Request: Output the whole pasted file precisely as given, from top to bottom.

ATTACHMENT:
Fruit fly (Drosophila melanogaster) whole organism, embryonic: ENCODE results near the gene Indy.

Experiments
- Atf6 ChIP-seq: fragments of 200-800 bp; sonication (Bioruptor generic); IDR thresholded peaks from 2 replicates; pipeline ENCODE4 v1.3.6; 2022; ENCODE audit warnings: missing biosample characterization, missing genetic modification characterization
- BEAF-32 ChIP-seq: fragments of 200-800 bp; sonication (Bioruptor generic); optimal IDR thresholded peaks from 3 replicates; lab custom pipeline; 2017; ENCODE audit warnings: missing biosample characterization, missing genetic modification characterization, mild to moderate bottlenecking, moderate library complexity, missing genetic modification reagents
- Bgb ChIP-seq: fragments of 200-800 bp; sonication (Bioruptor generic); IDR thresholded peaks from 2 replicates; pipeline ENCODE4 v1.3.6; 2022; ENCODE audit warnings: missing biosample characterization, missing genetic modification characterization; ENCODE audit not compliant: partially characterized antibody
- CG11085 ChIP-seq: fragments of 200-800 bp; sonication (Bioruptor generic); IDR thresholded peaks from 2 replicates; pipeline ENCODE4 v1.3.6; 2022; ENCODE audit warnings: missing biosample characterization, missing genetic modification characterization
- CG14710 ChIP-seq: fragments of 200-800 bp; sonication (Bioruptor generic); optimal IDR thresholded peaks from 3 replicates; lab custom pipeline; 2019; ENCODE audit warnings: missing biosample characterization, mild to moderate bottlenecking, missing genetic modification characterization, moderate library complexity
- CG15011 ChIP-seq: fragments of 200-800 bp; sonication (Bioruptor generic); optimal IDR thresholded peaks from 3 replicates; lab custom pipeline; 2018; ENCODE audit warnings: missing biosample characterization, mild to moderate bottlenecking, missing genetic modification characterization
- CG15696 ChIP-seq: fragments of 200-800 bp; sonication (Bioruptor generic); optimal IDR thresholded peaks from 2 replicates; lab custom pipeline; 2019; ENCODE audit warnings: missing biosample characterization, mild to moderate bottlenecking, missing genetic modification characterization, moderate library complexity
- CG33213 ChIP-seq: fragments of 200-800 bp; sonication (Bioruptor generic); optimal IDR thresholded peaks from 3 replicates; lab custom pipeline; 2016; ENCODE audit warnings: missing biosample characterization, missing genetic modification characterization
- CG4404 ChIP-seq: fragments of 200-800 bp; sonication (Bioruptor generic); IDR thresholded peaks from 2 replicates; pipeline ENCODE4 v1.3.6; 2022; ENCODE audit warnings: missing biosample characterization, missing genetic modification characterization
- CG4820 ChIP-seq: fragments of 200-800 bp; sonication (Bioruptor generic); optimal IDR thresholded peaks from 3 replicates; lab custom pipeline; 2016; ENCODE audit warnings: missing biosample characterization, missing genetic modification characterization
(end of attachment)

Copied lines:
Fruit fly (Drosophila melanogaster) whole organism, embryonic: ENCODE results near the gene Indy.

Experiments
- Atf6 ChIP-seq: fragments of 200-800 bp; sonication (Bioruptor generic); IDR thresholded peaks from 2 replicates; pipeline ENCODE4 v1.3.6; 2022; ENCODE audit warnings: missing biosample characterization, missing genetic modification characterization
- BEAF-32 ChIP-seq: fragments of 200-800 bp; sonication (Bioruptor generic); optimal IDR thresholded peaks from 3 replicates; lab custom pipeline; 2017; ENCODE audit warnings: missing biosample characterization, missing genetic modification characterization, mild to moderate bottlenecking, moderate library complexity, missing genetic modification reagents
- Bgb ChIP-seq: fragments of 200-800 bp; sonication (Bioruptor generic); IDR thresholded peaks from 2 replicates; pipeline ENCODE4 v1.3.6; 2022; ENCODE audit warnings: missing biosample characterization, missing genetic modification characterization; ENCODE audit not compliant: partially characterized antibody
- CG11085 ChIP-seq: fragments of 200-800 bp; sonication (Bioruptor generic); IDR thresholded peaks from 2 replicates; pipeline ENCODE4 v1.3.6; 2022; ENCODE audit warnings: missing biosample characterization, missing genetic modification characterization
- CG14710 ChIP-seq: fragments of 200-800 bp; sonication (Bioruptor generic); optimal IDR thresholded peaks from 3 replicates; lab custom pipeline; 2019; ENCODE audit warnings: missing biosample characterization, mild to moderate bottlenecking, missing genetic modification characterization, moderate library complexity
- CG15011 ChIP-seq: fragments of 200-800 bp; sonication (Bioruptor generic); optimal IDR thresholded peaks from 3 replicates; lab custom pipeline; 2018; ENCODE audit warnings: missing biosample characterization, mild to moderate bottlenecking, missing genetic modification characterization
- CG15696 ChIP-seq: fragments of 200-800 bp; sonication (Bioruptor generic); optimal IDR thresholded peaks from 2 replicates; lab custom pipeline; 2019; ENCODE audit warnings: missing biosample characterization, mild to moderate bottlenecking, missing genetic modification characterization, moderate library complexity
- CG33213 ChIP-seq: fragments of 200-800 bp; sonication (Bioruptor generic); optimal IDR thresholded peaks from 3 replicates; lab custom pipeline; 2016; ENCODE audit warnings: missing biosample characterization, missing genetic modification characterization
- CG4404 ChIP-seq: fragments of 200-800 bp; sonication (Bioruptor generic); IDR thresholded peaks from 2 replicates; pipeline ENCODE4 v1.3.6; 2022; ENCODE audit warnings: missing biosample characterization, missing genetic modification characterization
- CG4820 ChIP-seq: fragments of 200-800 bp; sonication (Bioruptor generic); optimal IDR thresholded peaks from 3 replicates; lab custom pipeline; 2016; ENCODE audit warnings: missing biosample characterization, missing genetic modification characterization